PSA targets. Can you give me an example of a department that has
failed against PSAs being adversely affected when you were dishing
out the money this time? Can you give me an example of a department?
(Mr Brown) It is very difficult to give an answer
to a question when you speak over me the minute I start to answer
293. Give me the name of a department.
(Mr Brown) What I said to you was that the priorities
for this Spending Review were decided on the basis of what we
thought had been successful in the past and what would give us
value for money in the future. That is the way in which I would
think you would want to make decisions. Equally, we have decided
in this review on a process of reform within the public services,
and departments to get their money have signed up and jointly
agreed with the Treasury a process of reform. I listed many of
the reforms on Monday when I announced the Spending Review, including
how we would deal with failing schools and how we would deal with
failing colleges and failing institutions and services, what we
would do to reward institutions which were successful and how
we would improve the system of local inspection.
294. You have talked about reward, I am talking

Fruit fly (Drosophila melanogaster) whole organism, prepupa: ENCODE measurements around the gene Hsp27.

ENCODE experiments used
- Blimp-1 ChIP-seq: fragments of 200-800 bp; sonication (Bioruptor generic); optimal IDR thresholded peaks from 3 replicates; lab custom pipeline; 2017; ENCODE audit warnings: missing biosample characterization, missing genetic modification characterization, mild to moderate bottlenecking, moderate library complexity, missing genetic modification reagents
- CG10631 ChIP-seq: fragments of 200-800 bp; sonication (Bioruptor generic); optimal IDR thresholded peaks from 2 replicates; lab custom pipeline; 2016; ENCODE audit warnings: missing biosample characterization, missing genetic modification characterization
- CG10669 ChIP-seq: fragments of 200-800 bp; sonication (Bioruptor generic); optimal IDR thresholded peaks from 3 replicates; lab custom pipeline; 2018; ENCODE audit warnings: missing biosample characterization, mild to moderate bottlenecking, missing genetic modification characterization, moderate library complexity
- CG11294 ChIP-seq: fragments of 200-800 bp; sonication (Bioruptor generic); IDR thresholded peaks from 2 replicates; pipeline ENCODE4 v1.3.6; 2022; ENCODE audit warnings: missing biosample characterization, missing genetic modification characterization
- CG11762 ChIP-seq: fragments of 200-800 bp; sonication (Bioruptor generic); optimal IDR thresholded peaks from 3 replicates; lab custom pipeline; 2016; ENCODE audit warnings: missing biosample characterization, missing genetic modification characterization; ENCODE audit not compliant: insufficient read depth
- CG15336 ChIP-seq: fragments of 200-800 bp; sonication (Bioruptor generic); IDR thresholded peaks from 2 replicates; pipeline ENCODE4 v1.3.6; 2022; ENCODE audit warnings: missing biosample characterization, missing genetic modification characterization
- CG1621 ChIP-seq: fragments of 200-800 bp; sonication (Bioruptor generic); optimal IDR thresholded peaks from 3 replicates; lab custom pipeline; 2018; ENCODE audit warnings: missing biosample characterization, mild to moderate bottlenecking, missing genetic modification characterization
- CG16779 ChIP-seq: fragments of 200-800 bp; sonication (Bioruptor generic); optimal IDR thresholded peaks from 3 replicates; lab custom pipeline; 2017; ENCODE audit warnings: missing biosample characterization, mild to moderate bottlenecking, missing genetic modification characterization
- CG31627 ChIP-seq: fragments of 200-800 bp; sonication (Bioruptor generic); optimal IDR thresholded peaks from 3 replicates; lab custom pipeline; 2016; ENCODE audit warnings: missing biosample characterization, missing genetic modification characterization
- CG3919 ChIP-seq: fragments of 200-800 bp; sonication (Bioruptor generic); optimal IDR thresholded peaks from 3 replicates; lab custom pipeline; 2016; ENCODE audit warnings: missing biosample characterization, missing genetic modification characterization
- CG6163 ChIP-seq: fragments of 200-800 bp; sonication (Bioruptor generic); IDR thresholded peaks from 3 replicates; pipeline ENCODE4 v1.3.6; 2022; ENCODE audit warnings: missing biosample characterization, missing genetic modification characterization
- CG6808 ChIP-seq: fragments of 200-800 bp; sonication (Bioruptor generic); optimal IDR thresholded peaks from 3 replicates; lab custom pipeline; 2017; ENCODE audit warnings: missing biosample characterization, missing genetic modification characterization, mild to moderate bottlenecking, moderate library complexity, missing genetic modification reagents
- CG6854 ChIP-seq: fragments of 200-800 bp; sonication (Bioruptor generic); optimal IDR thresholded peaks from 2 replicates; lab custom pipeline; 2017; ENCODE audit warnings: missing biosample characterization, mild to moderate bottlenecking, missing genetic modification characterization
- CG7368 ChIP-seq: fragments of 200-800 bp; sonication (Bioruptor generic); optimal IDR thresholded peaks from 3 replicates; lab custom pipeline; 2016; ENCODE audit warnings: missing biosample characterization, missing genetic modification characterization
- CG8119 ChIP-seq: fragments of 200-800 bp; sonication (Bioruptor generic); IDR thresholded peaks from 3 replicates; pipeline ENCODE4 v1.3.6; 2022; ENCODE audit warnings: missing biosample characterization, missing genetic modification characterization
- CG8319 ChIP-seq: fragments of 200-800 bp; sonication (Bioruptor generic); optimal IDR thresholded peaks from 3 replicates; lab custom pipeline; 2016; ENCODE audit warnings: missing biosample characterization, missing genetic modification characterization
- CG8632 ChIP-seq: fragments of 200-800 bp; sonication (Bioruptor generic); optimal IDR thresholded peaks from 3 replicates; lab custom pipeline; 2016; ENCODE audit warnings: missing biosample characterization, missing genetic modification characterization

about punishing failure when it came to the funding allocation.
Now in the time since the last CSR in deciding what you are going
to allocate in this Spending Review, can you name a single department
that has had its funding allocation adversely affected because
it has missed its PSA targets? Give me the name of a department
and I will be a happy man.
(Mr Brown) That is not the point I am making to you.
Mr Ruffley: No. It is my point. What
is the answer?
Chairman: Give the Chancellor an opportunity
(Mr Brown) If you take schools, there are a large
number of schools which are regarded as failing schools which
during the course of the last few years have been taken over or
have been closed down or have been reopened as city academies.
Mr Ruffley: This is pathetic.
(Mr Brown) Where an education institution has been
failing action has been taken. Equally, in this new spending round
we are going to be far tougher where there are failing institutions.
Where there are institutions where it is clear that reforms are
not being made by the head teacher in charge, there will be, as
Estelle Morris said in the House of Commons yesterday, the provision
for these schools to be taken over by neighbouring schools, for
there to be mergers as well as for the creation of city academies.
It is not true that we have failed to deal with failing institutions
in these areas where they have existed but the process will continue
because the demands and the standards that are being set by the
Education Department are higher than they were in the last round
and equally the measures they are taking to both penalise failure
and to reward success are stronger. I must point out to you that